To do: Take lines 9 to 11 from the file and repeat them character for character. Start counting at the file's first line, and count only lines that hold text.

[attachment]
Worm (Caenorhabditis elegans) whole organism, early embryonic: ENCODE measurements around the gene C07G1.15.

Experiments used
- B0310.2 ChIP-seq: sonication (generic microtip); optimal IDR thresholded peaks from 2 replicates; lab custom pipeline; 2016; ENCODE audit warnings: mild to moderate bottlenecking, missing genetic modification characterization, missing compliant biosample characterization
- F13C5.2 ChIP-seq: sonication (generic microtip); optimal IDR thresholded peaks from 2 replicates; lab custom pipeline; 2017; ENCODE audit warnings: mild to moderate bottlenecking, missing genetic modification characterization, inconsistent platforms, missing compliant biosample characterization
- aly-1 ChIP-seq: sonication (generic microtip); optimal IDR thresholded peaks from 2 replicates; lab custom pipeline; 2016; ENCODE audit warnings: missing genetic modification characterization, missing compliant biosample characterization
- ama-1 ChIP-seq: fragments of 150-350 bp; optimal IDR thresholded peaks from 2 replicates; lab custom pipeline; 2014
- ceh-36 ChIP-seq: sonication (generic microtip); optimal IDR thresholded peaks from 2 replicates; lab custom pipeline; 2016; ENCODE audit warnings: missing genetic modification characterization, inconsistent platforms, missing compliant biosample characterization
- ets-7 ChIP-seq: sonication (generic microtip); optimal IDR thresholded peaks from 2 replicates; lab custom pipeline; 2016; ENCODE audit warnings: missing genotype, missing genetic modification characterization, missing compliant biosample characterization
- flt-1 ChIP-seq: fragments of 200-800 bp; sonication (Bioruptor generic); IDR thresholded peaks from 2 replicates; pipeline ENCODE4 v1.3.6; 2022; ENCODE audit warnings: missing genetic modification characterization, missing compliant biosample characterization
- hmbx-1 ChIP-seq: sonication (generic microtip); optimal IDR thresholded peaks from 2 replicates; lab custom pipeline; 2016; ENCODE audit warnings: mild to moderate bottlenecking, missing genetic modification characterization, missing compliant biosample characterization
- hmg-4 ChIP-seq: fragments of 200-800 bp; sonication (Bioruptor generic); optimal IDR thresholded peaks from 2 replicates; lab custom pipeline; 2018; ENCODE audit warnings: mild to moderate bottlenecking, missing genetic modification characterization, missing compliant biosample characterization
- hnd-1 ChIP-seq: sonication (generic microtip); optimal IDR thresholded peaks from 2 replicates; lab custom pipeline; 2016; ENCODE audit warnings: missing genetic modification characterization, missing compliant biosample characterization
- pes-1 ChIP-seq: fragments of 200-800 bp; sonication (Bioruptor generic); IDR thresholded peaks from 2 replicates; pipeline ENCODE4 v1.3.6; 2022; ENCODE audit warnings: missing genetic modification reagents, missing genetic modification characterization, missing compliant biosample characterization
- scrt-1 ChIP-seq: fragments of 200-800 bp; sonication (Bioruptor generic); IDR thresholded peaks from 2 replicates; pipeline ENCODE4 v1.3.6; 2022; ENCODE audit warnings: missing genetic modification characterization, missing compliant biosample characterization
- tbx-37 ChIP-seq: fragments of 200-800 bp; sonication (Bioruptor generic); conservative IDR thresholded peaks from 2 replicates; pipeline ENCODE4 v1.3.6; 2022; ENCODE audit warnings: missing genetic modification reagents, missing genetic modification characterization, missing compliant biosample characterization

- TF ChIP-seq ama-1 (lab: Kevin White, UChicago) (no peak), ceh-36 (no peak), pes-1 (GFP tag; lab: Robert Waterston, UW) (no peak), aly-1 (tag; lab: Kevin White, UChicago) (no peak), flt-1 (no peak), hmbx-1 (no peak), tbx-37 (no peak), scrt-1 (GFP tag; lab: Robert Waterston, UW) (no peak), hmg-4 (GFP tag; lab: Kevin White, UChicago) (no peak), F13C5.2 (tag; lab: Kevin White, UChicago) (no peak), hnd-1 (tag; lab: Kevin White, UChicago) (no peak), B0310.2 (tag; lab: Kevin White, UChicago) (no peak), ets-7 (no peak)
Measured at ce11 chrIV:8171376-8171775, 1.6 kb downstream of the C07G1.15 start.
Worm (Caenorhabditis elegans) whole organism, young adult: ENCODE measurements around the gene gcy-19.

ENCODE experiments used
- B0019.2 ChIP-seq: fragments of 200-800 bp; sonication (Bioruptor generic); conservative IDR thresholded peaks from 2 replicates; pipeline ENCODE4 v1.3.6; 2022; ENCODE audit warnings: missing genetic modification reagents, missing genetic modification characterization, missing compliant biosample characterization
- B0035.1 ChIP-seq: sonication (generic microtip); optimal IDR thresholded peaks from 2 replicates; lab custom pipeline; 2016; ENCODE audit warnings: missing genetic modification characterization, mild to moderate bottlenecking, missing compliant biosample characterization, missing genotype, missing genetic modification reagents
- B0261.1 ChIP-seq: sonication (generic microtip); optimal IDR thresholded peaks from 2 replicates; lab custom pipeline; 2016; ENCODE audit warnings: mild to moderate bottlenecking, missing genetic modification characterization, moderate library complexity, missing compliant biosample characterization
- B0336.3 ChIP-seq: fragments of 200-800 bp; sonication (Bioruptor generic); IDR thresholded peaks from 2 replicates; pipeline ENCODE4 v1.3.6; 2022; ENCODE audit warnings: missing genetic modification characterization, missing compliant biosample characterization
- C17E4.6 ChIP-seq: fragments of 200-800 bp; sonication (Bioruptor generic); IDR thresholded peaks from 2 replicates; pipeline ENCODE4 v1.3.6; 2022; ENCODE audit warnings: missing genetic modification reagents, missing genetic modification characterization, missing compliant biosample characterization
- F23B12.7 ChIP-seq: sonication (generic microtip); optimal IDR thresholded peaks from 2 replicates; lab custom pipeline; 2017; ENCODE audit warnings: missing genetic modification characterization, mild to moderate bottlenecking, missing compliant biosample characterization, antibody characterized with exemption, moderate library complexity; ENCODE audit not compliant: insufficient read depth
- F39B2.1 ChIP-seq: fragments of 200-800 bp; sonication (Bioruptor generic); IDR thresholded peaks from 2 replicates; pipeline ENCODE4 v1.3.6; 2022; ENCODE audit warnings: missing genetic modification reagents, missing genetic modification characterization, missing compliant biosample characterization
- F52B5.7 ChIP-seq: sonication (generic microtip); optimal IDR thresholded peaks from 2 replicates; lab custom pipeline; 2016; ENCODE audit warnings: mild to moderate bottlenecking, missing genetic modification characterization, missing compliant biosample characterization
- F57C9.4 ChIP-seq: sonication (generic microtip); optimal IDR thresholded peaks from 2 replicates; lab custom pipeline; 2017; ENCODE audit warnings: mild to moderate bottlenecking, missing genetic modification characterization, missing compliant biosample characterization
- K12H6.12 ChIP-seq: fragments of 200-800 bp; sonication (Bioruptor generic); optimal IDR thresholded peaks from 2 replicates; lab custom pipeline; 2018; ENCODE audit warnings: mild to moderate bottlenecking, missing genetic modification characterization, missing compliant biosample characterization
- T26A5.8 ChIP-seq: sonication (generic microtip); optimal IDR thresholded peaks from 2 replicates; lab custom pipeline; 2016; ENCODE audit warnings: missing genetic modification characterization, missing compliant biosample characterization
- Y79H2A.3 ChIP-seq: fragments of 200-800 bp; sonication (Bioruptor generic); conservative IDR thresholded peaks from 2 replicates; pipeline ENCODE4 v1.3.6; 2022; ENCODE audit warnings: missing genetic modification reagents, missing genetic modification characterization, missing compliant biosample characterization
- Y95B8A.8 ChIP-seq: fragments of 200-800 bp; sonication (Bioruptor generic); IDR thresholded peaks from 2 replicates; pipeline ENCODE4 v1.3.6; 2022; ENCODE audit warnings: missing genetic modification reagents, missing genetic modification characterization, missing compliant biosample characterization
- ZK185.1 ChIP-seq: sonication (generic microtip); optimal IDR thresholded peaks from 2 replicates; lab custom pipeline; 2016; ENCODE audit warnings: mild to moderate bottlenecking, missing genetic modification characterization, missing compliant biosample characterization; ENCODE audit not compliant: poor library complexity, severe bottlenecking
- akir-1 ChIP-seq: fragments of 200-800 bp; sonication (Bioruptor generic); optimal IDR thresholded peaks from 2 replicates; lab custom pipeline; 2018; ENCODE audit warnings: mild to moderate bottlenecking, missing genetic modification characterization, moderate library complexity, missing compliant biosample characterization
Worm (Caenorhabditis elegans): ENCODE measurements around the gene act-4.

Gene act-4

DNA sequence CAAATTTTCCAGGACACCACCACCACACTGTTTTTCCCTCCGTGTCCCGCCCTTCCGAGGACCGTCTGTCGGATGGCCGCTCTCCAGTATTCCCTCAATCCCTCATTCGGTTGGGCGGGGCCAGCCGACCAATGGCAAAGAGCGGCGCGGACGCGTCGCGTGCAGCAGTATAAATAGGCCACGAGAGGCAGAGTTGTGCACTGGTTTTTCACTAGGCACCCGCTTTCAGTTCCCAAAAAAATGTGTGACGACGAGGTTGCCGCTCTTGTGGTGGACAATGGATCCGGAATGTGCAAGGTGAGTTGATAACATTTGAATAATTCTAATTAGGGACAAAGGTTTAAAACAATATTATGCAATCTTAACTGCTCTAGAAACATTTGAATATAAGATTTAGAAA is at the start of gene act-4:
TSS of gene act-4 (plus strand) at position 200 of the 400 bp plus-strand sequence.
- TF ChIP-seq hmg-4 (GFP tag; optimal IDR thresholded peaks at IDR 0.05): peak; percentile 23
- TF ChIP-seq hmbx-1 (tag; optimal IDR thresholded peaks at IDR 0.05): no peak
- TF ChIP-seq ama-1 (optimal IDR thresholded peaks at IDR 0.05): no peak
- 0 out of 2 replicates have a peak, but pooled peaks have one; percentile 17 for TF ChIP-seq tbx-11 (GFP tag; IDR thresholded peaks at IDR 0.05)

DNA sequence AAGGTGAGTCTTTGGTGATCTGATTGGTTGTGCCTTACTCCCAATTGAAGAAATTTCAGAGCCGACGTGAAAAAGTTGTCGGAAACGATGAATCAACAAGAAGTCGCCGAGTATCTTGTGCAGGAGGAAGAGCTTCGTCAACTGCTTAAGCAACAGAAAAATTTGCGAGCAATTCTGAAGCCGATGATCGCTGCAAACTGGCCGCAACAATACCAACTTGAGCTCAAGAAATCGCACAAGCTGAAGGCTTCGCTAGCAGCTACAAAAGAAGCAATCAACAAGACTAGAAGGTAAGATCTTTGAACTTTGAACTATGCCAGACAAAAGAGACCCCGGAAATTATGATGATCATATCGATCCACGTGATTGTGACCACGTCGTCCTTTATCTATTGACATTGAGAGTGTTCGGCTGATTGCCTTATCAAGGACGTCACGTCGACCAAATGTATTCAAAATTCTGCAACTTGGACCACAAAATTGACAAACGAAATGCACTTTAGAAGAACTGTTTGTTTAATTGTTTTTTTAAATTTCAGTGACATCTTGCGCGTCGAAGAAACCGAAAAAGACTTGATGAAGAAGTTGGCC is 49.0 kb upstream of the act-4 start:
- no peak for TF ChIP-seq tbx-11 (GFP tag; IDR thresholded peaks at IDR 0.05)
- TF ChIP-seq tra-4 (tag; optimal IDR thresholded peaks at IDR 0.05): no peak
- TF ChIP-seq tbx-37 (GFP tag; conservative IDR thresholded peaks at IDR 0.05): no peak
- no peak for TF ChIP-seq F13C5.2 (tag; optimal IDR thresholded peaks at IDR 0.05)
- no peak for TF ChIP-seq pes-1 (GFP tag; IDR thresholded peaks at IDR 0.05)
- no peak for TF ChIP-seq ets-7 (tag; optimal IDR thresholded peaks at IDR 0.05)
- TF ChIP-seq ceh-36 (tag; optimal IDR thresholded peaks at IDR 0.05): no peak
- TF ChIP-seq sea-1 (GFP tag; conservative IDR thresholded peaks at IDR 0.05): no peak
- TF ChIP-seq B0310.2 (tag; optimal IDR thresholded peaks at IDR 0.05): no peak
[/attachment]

- flt-1 ChIP-seq: fragments of 200-800 bp; sonication (Bioruptor generic); IDR thresholded peaks from 2 replicates; pipeline ENCODE4 v1.3.6; 2022; ENCODE audit warnings: missing genetic modification characterization, missing compliant biosample characterization
- hmbx-1 ChIP-seq: sonication (generic microtip); optimal IDR thresholded peaks from 2 replicates; lab custom pipeline; 2016; ENCODE audit warnings: mild to moderate bottlenecking, missing genetic modification characterization, missing compliant biosample characterization
- hmg-4 ChIP-seq: fragments of 200-800 bp; sonication (Bioruptor generic); optimal IDR thresholded peaks from 2 replicates; lab custom pipeline; 2018; ENCODE audit warnings: mild to moderate bottlenecking, missing genetic modification characterization, missing compliant biosample characterization